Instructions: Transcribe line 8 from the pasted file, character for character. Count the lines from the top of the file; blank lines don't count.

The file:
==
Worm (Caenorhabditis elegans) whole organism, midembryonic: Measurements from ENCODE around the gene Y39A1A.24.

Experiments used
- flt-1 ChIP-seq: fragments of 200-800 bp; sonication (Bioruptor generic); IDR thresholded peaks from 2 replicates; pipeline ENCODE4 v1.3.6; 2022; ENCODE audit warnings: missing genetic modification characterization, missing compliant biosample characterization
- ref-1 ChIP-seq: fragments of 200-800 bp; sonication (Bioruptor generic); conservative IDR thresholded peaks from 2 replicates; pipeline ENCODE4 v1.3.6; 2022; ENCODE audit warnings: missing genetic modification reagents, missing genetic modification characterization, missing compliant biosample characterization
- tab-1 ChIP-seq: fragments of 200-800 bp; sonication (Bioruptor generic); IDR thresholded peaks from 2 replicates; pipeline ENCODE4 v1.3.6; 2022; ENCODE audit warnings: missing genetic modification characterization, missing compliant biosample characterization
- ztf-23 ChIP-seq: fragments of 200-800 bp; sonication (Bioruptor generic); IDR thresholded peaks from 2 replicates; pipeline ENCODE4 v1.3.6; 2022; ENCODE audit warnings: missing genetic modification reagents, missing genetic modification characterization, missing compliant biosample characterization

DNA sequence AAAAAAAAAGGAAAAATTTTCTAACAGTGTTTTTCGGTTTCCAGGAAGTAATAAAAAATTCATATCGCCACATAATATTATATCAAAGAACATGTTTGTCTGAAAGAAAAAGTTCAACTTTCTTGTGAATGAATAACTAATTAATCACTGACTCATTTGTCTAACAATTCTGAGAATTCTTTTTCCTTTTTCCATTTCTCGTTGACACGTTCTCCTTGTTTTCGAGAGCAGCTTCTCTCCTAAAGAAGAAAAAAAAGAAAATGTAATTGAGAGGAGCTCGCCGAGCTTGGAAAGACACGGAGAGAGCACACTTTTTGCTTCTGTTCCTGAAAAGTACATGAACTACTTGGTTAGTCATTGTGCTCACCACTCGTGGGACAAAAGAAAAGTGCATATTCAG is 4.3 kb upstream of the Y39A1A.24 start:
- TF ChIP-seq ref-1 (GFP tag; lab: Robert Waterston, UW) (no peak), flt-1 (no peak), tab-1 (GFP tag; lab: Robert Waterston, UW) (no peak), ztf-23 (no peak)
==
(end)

- TF ChIP-seq ref-1 (GFP tag; lab: Robert Waterston, UW) (no peak), flt-1 (no peak), tab-1 (GFP tag; lab: Robert Waterston, UW) (no peak), ztf-23 (no peak)